Several items about books:
Stephen Levy writes in his Newsweek cover story on the Kindle and Jeff Bezos:
“When making mental lists of the most whiz-bangy technological creations in our lives, [...] we may overlook an object that is superbly designed, wickedly functional, infinitely useful and beloved more passionately than any gadget in a Best Buy: the book.”
Elizabeth Hardwick, a Kentucky-born writer who died last week in NY, said this:
“The greatest gift is a passion for reading. It is cheap, it consoles, it distracts, it excites, it gives you knowledge of the world and experience of a wide kind. It is moral illumination.”
A remembrance of Hardwick, titled “The Bohemian from Kentucky“, appeared in the Louisville Courier Journal newspaper last weekend. Hardwick along with her then husband, the poet Robert Lowell, were among the founders of the “New York Review of Books,” which got its start during a newspaper strike in NY.
Levenger, whose tagline is “Tools for Serious Readers”, offered a tempting holiday gift: a limited-edition reproduction of the Grimani Breviary, an illuminated manuscript of 1520.
Breviaries have another important place in history … : they marked the early days of making books for a single reader. (They were shorter books than the communal ones, hence their name‚Äîan abbreviation, or summary.)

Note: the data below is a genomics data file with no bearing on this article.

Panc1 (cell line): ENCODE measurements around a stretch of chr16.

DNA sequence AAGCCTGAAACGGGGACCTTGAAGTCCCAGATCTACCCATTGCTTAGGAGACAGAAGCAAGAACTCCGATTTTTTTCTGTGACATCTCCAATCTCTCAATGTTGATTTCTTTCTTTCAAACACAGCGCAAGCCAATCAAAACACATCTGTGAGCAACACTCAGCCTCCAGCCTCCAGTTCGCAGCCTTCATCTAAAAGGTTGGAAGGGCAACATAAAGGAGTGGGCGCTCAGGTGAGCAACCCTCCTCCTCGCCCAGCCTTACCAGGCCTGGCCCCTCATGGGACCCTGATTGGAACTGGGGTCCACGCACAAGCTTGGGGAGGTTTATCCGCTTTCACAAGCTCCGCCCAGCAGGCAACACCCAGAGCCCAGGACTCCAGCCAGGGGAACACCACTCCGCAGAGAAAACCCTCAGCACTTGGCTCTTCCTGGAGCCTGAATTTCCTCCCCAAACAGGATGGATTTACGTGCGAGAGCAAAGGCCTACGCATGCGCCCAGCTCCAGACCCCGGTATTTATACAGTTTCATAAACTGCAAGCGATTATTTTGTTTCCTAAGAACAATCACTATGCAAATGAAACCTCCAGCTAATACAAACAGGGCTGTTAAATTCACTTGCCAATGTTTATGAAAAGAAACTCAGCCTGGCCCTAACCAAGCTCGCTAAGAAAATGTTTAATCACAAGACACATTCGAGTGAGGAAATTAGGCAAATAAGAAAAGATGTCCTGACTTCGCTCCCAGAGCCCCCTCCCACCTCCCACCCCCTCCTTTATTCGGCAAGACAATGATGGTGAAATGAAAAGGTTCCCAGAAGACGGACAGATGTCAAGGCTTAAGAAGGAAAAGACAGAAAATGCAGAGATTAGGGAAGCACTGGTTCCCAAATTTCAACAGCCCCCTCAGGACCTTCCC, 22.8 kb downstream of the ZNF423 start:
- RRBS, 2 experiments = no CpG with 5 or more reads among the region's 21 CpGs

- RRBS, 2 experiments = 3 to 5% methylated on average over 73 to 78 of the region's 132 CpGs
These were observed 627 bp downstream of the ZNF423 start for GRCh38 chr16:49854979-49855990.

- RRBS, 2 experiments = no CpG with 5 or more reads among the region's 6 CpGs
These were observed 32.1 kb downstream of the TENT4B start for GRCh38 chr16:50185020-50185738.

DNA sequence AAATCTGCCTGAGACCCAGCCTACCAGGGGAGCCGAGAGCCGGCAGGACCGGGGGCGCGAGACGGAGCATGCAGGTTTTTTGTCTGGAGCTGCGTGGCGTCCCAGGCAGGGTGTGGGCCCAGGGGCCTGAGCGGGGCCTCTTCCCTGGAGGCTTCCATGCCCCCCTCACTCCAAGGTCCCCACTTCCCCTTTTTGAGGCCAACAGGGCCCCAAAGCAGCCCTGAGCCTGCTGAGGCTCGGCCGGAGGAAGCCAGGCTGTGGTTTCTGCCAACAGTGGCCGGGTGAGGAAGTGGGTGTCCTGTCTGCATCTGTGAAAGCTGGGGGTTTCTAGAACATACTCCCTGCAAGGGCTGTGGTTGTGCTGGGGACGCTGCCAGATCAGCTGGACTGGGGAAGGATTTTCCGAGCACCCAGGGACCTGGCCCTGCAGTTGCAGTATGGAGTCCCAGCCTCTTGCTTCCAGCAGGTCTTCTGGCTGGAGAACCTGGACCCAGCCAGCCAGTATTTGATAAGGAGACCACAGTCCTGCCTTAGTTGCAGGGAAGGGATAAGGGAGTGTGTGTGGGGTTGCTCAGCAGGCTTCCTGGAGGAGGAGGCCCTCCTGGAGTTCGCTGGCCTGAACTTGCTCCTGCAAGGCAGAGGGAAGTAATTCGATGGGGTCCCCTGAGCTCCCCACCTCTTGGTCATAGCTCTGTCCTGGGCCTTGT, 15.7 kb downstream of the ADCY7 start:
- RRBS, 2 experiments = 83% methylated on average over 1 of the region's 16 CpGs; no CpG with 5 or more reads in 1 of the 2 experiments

Unfortunately, the Breviary appears to be sold out at Levenger.
The recent New York Times Book Review podcast introduced me to the book “Little Heathens“, an Iowa farm memoir by Mildred Armstrong Kalish, an 85-year-old, first-time author. The Times picked it as one of the best books of 2007. It also sounds like a book for the readers of Make.
From the book’s home page:
I have noticed a resurgence of public interest in the rural matters where people yearn to engage in satisfying activities that have direct meaning in their lives. Perhaps this is because our current national and international challenges result in individuals feeling helpless and disconnected. My book tells of a life of total involvement.
Little Heathens’ focus is on how my siblings and I were raised on a working farm in Iowa by aging grandparents (photo) imbued with Puritan values and the Protestant work ethic, while our somewhat different and indifferent mother did her insufficient best to rear us…
Our farm had no running water, no central heat, and no electricity. Above all, we had no money. Side-by-side, the adults integrated all of the children into the work force. My three siblings and I ‚Äî along with our cousins who lived on a farm directly across the road ‚Äî had a part in practically every aspect of making the family and the farm a successful operation. My book relates what and how we lived and learned in that very challenging world so that my story is also a how-to manual ‚Äî how to scrub a pig‚Äôs head in preparation for making head- cheese, how to tame a raccoon, how to plant potatoes, and how to wean a calf.
Ms. Kalish remarks in the podcast that growing up on a farm taught her dependability, resourcefulness, and, above all, thrift. I’ve ordered copies for myself and for others as a holiday gift.